by Mrs. Folake Adedamola
The Psalm is indeed short but nonetheless powerful and rich.
The chapter shows us a Psalmist who knows his God and flaunts Him as such.
- He recognises the supremacy of the One True God: before the gods, I will sing praises to you. Though there be many other gods, the Lord is the sovereign One unto whom our worship should go. Exodus 15:11 poses the all-important rhetoric: who is like you oh Lord among the gods?
- He understands the qualities of his God: lovingkindness, truthful, honourable (the One who upholds His word even higher than His name. Numbers 23:19 comes to mind here). It is indeed wisdom to have as much in-depth understanding as possible of the God we serve. How well you know Him is a determinant of how much your life can be enriched through Him. For instance, when you comprehend that the Lord is faithful (1Cor. 1:9), then, you will have the assurance that regardless of circumstances surrounding you, He will come through for you.
- He praised him according to how He wanted to be praised: I bow before your holy Temple as I worship (vs. 2, NLT).
The Psalmist clearly understands a sure way to the Father’s heart – Praises
Give it to King David, he knew how to receive from God. We could see at the end of the chapter that he made a request. I love how the MSG puts it: finish what you started in me Lord….don’t quit on me now. However, he first gave God some generous doses of praises: thank You, everything in me says “thank You”. How do you commune with God? Do you ensure that your thanksgiving exceeds your request?1st Thessalonians 5 verses16 & 18 tell us that
Rejoice always, in everything give thanks; for this is the will of God in Christ Jesus for you.
Allow me reiterate this: the WILL of God in Christ for you and I is to rejoice, pray and give thanks. In Jesus name, we receive the ease to fulfill this will always. Amen.
What is the basis of your thanksgiving? One irrefutable fact is this: if you struggle to give God praise always, always, it may mean one thing: a shallow reflection. Many people base their thanksgiving on earthly, fleeting possessions such as financial riches, career advancements, marriage etc. I’m not saying it is wrong to thank God for these things, by all means, please acknowledge Him as your source of them (I even thank Him for credit alerts). However, the reasons for rejoicing in the Lord should go deeper than ephemeral substances. Let’s learn from the Psalmist. What did he thank God for? I will praise…Your name for Your:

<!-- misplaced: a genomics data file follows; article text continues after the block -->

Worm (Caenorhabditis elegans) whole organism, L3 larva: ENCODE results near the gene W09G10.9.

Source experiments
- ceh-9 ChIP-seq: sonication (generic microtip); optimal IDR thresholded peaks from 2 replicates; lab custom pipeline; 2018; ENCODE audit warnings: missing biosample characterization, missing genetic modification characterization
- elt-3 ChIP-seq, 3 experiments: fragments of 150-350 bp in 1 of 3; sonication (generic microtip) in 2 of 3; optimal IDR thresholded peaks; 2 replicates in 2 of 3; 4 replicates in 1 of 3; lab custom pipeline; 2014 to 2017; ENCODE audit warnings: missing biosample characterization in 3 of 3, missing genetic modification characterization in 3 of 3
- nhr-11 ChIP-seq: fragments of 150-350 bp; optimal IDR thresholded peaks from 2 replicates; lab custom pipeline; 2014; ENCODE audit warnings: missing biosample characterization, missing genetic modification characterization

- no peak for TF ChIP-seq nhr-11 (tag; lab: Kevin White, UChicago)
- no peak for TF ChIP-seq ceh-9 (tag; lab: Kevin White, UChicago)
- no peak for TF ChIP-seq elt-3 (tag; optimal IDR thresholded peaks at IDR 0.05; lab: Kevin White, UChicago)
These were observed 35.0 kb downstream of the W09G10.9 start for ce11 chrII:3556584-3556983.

He also praised him for:
- His integrity: You have magnified Your word above your name…
- His regards for the lowly
- His ever present help (vs. 7)
And he does this with such boldness! I will praise You with my whole heart, before the gods, I will sing praises to You!
We Believers need not limit our praises only to worldly possessions. Our major focus should be on those indestructible and infinite blessings such as Salvation, grace, His glory, His faithfulness. Thank Him for choosing you. Bless His name for qualifying you. Praise Him for being your God. The result? …and the peace of God, which surpasses all understanding, will guard your hearts and minds through Christ Jesus. Philippians 4:7 NKJV
Who is your source? One outstanding feature of not just Psalm 138, but all the Psalms is highlighting God as the source. Specifically in this Psalm, it is easy to draw an inference that the Psalmist totally relies on his God. He let God be God in his life.
Though I walk in the midst of trouble, You will revive me; You will stretch out Your hand Against the wrath of my enemies, And Your right hand will save me…
What a faith! What an assurance! How much faith do you have in God? When it seems there’s a storm, how do you react? Do you panic and forget all about who you are in Christ or do you proceed boldly knowing with assurance that yet in all these things, you are more than a conqueror through Him who loved you? (Rom 8:37 NKJV)
We even have a better assurance than the Psalmist did.
The Psalmist knows that the Lord will perfect that which concerns him, that is an assurance that no matter what, all would be well with him. This assurance was mostly based on God’s mercy: Your mercy, O Lord, endures forever. We, on the other hand, have this mercy but we have something which is even greater: Jesus, the mediator of a new covenant (Heb. 12:24). Jesus, our advocate (1st John 2:1; Heb. 9:24).
In summary, through this Psalm, we are taught to:
1. always unashamedly praise God, anywhere and everywhere
2. acknowledge the Lord always
3. always remember who our God is and who we are in Him
4. totally rest in Him and be still even in the face of storm
May His praise always be in our mouths in Jesus’ name.